beyond the bounds of possibility to think that the Normans brought this cult to
There is no real evidence to back any of this up. Firstly there was never
was a Nunnery in Aberdeen. However the other elements of the story that
the Chapel was founded in the 13th century and by a Constable of Aberdeen may
have some legitimacy. Parson Gordon wrote in 1661 that St Catherine's
Hill `took its name long since from a chappell which
stood upon the top of it, which was dedicated to St Katherine, builded by the
then Constable of Aberdeen, anno 1242. The founder's name is forgotten,
and the Chappell itself long agoe rased to the grund' (Parson Gordon,
Description, 1842, p.16) Indeed this also seems to have been the tradition
amongst the Chaplains of the Chapel. In 1542 it was noted that the
`chapell was foundit and biggytt iijc syne be the
constabill of Abirdene for the tyme, for decoratioune in honour of Sanct
Katheryne' (Stuart, Extracts from the Burgh Register Volume I, 1848,
p.181). There would seem to be no reason to doubt that the Chaplains knew of
their own founder or had an approximate (or indeed certain) date for its
founding. However, it may well be the case that the Chaplain was simply
repeating a belief rather than a fact.
The only other information which pertains to the Chapel relates to a dispute in
1542. The Chapel was reached by way of a `vennel' or passage way
leading from Shiprow up the side of St
Catherine's Hill and located between the properties of John Chalmer
on the North and Thomas Scherar on the South. The problem arose as
Chalmer (coincidentally the same surname as the family who founded and
maintained a close link with the altar of St Catherine in St Nicholas church)
had built onto the vennel, effectively blocking off access. On 7 March
1542 the council ordered him to stop building on the passageway (Stuart,
Extracts from the Burgh Records Volume I, 1848, pp 176-7).
was not enough for Chalmer: an entry engrossed in the Council register
dated 5 June 1542 shows that Sir John Cumming, Chaplain of the
Chapel had complained to the King. Cumming presented the reply
letters to the council. The reply ordered the council to sort the issue out:
they resolved that the chaplains had previously been in possession of the
vennel and that Chalmer's actions were not lawful (Stuart, Extracts
from the Burgh Records Volume I, 1848, pp 181-3). On 24 March 1544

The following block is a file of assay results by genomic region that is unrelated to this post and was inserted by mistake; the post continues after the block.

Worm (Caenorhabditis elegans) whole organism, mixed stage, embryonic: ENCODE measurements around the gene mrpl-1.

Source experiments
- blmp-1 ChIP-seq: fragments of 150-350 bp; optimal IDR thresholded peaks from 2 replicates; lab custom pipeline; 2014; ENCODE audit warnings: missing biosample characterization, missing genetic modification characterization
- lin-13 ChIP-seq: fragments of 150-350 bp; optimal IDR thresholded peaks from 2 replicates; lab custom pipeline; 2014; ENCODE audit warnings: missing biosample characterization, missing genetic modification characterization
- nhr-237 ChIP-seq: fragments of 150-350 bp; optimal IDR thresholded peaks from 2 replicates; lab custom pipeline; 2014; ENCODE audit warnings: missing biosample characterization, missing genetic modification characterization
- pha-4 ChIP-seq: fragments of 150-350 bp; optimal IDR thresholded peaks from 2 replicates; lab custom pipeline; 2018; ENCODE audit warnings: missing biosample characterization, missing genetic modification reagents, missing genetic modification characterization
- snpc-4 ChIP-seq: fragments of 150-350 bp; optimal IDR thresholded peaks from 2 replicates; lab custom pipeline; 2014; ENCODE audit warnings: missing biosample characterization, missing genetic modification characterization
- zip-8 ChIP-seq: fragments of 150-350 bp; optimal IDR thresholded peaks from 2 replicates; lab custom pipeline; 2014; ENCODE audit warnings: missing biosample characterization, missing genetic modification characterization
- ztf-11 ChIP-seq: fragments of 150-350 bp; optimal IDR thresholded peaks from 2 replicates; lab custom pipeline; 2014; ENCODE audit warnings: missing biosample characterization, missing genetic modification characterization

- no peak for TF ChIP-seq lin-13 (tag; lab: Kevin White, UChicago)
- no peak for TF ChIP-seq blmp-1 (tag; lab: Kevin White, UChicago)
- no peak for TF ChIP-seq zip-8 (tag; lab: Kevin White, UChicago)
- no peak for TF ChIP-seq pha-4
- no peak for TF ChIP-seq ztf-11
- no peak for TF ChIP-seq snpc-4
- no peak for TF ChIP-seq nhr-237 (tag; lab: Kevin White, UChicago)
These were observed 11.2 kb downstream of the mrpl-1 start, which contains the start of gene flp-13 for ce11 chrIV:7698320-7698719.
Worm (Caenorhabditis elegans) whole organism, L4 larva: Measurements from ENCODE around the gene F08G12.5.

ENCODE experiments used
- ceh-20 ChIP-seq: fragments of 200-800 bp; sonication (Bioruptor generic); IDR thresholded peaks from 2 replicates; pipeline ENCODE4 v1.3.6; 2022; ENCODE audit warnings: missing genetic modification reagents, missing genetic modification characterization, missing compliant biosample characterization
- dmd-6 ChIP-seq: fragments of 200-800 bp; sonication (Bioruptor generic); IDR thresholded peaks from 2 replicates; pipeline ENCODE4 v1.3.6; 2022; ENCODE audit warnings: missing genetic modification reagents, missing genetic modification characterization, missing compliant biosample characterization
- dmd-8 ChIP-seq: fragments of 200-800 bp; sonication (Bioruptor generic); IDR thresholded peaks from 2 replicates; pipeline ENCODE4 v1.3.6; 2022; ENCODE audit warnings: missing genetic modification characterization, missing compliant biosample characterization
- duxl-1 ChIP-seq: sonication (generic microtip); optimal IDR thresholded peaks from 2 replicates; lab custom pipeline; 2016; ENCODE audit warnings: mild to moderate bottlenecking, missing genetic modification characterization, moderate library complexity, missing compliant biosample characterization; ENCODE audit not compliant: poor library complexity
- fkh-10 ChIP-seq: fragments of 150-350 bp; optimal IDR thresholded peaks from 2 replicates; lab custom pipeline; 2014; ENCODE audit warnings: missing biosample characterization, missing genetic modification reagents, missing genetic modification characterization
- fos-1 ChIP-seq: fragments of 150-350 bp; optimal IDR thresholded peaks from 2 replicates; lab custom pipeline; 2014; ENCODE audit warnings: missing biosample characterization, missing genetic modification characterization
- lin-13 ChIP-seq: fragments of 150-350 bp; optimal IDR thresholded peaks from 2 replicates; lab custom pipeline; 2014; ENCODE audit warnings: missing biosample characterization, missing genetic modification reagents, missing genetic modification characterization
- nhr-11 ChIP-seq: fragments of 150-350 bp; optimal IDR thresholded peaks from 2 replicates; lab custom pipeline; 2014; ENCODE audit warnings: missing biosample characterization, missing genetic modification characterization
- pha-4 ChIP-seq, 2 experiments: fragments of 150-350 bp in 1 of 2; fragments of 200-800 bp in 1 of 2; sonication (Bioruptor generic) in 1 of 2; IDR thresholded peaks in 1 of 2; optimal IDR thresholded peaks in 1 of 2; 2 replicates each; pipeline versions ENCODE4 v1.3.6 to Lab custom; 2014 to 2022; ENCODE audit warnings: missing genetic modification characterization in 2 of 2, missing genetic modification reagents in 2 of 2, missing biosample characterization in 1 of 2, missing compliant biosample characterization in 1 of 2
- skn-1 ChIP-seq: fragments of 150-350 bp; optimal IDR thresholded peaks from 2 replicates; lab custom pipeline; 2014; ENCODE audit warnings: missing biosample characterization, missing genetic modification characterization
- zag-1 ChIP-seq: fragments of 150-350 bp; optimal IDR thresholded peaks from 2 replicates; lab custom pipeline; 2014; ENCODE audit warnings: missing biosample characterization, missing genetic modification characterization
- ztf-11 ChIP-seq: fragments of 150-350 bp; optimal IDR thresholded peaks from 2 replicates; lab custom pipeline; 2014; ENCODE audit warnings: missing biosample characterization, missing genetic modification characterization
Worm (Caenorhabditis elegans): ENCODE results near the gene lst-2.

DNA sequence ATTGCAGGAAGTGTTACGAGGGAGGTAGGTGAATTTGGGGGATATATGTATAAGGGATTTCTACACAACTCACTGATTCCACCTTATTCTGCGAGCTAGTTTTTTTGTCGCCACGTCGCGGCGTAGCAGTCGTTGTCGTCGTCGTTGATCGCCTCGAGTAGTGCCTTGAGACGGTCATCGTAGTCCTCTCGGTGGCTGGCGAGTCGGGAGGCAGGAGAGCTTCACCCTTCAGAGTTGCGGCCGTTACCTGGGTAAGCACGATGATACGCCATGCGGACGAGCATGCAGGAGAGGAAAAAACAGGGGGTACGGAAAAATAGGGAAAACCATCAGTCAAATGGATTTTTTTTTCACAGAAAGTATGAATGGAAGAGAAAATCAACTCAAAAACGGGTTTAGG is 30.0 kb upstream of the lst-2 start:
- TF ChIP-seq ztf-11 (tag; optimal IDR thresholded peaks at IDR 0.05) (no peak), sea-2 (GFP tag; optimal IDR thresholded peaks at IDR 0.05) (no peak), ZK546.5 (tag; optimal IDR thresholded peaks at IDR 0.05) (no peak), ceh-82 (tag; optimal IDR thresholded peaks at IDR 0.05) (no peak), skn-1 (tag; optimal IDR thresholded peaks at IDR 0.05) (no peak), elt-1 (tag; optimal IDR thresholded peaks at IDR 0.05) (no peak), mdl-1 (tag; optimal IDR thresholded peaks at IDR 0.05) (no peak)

letters from Mary Queen of Scots ordered Chalmer's arrest by the
Council, as he was apparently `in a rage of wodnes, and
dailie molestand and peturband this toune.'. He was to be held in
irons in a suitable house (curiously not the Tolbooth). The suggestion
seems to be that Chalmer had some mental problems, the Council registers
entry continues that he was to be kept `in irns quhile he returne to his wit'
(Stuart, Extracts from the Burgh Records Volume I, 1848, pp 280-1). This seems
to suggest a periodic attack of a problem on Chalmer's part, perhaps at a
2 year interval. Moreover one of the Council, Gilbert Collinson
felt so moved as to have it put in writing that he felt that Chalmer
should not be arrested and kept in irons. On 6 November 1555 Chalmer was
found guilty of wrongly claiming that Bailie David Mar had stolen £100
from him (Stuart, Extracts from the Burgh Records Volume I, 1848, p.292).
Chalmer was clearly suffering from some mental impairment, an issue
recognised in the Council's dealing with him. Moreover, clearly Collinson
was sympathetic to Chalmer's plight.
On 1 July 1558 Mr John Reid, the next Chaplain of the Chapel again
raised the issue of the vennel. He again proved that it was in the
possession of the Chapel and that it should be 5 foot wide so that 2 men
might easily pass each other and that a horse with a load might have access. The
case ended with the Provost and Baillies issuing a warning to Chalmer to
keep the passage clear. This seems to suggest that he had again been blocking
the route (Stuart, Extracts from the Burgh Records Volume I, 1848, pp 309-310).
This is the last that is heard about the Chapel: it seems fair to conclude that
it probably went out of use at the time of the Reformation. Certainly,
Parson Gordon's quote, above, shows that the Chapel had been demolished some
time before 1661.